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What is the difference between SIP and Mutual Fund?

What is the difference between SIP and Mutual Fund?

Investing means putting money to work to reach your financial goals. It’s buying assets – stocks, bonds, real estate or starting a business. Investing wisely is key – knowing the risks, seeing the returns and matching investments to your long-term financial goals. Read, research, know your risk and ask a pro to help you decide.

If you want to don’t put in the hours of work every day to manage your assets you can try mutual funds. In this blog, we have discussed mutual funds and the difference between SIP and Mutual Funds.

What are mutual funds and how do they work?

Mutual funds are those investment companies that collect money from many people and invest it in a bunch of securities – stocks, bonds, whatever. Professional fund managers decide on behalf of the investors.

The Role of Authorized Fund Houses

Authorized fund houses (banks or asset management companies) manage mutual funds. They create and run the mutual fund and choose what’s inside the fund.

Benefits of Diversification

One of the biggest benefits of mutual funds is diversification – spreading investments across assets to lower portfolio risk. When you invest in a mutual fund, you get exposure to many securities and any one of them not doing well won’t hurt as much. That diversification means more consistent returns over time.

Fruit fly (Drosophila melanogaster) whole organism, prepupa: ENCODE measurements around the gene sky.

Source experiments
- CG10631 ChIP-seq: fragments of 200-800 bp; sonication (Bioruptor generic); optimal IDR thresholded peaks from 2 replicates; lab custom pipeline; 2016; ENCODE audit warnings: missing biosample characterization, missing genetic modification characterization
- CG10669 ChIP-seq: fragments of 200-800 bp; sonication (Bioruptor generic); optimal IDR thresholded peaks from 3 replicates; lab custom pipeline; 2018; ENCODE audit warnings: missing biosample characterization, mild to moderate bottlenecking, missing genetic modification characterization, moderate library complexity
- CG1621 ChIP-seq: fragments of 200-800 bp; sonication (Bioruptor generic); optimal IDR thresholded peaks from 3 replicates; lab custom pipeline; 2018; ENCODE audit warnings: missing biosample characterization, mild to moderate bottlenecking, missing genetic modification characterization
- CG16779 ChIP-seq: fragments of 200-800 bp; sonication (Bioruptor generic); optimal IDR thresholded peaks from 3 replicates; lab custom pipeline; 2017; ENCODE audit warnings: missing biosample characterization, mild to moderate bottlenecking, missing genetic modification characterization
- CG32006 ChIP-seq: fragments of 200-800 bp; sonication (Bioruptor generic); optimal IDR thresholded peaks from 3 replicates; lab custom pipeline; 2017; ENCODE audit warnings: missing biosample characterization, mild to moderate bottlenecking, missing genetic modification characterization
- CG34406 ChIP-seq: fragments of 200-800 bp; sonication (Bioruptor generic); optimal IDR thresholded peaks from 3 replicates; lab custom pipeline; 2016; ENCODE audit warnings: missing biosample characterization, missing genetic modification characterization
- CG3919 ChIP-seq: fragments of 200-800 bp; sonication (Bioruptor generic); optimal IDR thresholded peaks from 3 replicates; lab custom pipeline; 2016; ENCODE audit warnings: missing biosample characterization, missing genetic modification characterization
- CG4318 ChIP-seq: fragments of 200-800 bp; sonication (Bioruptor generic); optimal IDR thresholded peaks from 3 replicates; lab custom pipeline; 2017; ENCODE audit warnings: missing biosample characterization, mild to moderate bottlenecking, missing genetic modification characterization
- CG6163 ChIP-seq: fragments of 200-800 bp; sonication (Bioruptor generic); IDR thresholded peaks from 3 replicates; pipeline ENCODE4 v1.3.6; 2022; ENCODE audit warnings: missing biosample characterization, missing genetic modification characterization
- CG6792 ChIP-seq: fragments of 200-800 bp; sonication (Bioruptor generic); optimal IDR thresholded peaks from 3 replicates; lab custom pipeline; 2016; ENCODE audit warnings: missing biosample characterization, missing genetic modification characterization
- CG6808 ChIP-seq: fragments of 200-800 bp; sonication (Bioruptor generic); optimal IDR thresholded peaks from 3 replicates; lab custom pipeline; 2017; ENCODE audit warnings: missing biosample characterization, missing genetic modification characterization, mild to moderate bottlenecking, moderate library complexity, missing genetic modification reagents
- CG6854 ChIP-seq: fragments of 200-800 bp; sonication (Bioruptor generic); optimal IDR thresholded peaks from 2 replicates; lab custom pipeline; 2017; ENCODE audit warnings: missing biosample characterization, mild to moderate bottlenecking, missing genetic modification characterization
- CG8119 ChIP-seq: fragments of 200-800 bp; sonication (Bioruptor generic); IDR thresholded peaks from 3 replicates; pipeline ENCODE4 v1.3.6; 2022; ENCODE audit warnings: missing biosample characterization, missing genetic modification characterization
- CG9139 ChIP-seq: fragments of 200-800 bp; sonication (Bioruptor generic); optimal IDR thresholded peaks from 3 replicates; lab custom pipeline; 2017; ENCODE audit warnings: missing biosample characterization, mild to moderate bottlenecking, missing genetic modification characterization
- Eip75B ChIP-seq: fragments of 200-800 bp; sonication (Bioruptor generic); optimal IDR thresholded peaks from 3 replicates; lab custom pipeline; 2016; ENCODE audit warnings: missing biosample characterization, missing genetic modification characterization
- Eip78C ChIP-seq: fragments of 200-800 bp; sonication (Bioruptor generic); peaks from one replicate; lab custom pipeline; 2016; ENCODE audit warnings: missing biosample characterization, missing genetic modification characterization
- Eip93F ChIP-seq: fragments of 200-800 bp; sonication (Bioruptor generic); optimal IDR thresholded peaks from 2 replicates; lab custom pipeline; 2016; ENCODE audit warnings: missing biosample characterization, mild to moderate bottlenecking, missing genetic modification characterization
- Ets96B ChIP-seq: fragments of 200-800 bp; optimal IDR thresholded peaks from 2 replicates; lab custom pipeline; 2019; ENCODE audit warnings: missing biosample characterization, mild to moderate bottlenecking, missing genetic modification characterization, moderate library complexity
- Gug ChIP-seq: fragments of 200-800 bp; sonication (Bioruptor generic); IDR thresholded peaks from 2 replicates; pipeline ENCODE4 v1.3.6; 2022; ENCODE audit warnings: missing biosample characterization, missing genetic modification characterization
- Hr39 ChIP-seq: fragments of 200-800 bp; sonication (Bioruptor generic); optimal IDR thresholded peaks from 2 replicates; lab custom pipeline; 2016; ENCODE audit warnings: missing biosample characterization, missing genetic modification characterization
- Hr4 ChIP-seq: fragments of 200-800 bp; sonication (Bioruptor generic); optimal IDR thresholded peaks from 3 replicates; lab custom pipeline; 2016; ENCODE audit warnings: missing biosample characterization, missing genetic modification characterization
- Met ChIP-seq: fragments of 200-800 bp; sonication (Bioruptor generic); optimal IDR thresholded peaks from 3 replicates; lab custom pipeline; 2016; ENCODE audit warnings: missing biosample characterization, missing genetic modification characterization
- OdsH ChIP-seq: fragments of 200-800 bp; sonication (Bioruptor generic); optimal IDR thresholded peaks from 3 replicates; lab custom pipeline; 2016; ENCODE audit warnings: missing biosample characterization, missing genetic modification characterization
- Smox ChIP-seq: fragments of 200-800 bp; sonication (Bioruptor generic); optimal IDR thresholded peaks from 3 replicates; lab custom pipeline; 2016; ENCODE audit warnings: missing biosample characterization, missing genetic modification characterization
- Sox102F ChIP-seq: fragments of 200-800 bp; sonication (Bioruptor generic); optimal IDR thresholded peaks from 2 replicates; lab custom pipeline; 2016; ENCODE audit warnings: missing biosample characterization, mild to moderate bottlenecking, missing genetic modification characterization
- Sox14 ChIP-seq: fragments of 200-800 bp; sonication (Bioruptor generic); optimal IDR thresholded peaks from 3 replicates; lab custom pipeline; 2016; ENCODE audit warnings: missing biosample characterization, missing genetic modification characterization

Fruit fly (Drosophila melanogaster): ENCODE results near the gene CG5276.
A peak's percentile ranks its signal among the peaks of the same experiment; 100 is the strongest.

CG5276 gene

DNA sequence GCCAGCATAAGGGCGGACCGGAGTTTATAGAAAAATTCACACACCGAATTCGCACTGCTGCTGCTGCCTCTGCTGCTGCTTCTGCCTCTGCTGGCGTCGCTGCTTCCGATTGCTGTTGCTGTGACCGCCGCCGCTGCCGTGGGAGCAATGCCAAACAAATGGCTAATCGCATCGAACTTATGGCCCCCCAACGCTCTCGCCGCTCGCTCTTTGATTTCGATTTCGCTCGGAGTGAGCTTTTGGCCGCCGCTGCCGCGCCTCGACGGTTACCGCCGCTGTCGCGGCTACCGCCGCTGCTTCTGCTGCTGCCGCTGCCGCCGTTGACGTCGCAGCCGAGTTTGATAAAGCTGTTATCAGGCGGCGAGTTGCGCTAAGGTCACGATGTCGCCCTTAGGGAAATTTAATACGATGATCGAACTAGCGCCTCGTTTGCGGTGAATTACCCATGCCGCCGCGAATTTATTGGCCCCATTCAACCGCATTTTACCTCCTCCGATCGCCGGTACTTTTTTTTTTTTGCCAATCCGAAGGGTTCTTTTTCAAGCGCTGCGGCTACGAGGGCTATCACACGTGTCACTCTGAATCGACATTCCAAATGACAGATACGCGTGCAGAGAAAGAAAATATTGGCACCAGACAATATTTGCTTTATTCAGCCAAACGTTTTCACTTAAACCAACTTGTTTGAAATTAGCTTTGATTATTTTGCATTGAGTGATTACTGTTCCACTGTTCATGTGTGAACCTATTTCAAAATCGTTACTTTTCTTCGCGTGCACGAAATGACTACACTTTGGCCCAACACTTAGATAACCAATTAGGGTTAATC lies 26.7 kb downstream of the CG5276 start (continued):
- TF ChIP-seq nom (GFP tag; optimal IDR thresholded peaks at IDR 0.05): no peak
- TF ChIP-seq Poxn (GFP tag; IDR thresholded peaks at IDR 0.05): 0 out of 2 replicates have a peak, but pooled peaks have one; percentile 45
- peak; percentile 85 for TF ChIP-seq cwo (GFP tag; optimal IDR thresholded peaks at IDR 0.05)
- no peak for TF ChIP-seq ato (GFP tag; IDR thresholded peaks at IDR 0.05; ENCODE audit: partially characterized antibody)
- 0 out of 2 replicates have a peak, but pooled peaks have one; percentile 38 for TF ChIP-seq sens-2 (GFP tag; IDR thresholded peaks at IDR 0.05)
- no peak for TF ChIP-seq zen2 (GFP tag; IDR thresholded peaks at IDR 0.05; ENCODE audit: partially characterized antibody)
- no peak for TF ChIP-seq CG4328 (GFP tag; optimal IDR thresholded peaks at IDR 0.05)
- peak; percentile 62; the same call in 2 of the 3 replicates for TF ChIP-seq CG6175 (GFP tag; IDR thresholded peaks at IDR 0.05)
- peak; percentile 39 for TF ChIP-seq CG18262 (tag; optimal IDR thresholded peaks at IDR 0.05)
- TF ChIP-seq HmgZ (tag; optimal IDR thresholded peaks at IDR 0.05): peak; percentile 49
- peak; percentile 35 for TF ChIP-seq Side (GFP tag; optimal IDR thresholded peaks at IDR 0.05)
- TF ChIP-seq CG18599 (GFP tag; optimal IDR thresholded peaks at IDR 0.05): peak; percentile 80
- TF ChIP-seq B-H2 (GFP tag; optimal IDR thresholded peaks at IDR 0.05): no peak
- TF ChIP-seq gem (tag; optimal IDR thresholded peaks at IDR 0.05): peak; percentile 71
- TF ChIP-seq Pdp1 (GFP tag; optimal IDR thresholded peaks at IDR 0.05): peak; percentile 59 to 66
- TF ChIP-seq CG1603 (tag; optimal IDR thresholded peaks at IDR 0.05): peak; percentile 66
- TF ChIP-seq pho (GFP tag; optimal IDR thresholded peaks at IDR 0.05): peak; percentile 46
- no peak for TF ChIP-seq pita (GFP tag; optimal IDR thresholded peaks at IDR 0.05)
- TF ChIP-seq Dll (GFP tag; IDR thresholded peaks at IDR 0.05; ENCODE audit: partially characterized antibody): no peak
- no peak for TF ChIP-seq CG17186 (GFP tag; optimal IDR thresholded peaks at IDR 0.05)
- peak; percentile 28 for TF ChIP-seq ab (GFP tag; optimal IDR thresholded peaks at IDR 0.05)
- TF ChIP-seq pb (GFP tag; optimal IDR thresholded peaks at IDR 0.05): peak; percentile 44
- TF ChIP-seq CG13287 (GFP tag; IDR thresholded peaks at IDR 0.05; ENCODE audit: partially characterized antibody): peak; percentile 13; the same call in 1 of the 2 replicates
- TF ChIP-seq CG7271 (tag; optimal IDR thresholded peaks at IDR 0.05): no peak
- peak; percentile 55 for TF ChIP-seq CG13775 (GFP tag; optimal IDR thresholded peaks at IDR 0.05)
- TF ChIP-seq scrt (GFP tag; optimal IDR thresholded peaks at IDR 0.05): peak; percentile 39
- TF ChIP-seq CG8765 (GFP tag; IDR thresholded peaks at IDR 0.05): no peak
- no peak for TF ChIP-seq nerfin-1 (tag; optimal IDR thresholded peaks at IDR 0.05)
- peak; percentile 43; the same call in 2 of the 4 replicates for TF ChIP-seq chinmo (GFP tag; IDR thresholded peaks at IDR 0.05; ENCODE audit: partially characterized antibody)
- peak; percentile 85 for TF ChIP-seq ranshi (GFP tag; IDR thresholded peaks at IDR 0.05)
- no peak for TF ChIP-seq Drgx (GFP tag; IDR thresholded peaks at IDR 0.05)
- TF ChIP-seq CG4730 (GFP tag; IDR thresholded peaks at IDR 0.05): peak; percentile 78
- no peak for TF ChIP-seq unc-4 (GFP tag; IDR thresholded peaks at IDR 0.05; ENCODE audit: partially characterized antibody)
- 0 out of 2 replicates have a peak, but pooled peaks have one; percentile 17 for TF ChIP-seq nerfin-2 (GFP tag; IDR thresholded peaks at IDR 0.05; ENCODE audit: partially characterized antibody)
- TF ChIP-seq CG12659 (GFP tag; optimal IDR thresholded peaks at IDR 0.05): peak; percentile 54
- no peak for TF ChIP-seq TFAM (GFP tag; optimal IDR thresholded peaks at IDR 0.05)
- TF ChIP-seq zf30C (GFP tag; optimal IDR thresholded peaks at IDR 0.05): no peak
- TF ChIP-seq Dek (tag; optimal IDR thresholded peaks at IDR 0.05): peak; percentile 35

Define SIP and what it’s for

Systematic Investment Plan (SIP) is investing in mutual funds where you invest a fixed amount every month, say. The purpose of SIP is to invest wisely and let compounding work over time.

How SIP is different from lump sum

SIP is different from lump sum where you invest a fixed amount regularly instead of a big amount together. That helps to average the cost and reduce market volatility.

What is better, a SIP or a mutual fund?

The key difference between SIP and mutual funds lies in their approach to investment, risk and return, investment amount, and how they are managed:

Investment Approach:

Mutual Funds: These are pools of money coming from numerous investors and then invested in various assets such as stocks, bonds or commodities.

SIP (Systematic Investment Plan): This is an investment method used in mutual funds whereby you invest a fixed amount of money at regular intervals.

Risk and Return:

Mutual Funds: The total risk of the fund will depend on the particular assets it has invested in. Mutual funds aim to maximize returns while managing risk through diversification.

SIP: SIPs do not alter the risk profile of a chosen mutual fund. However, SIPs’ regular investment strategy may benefit from rupee-cost averaging whereby the average cost of investment over time is reduced.

Investment Amount:

Mutual Funds: Allow for lump-sum investments. You can invest more money upfront.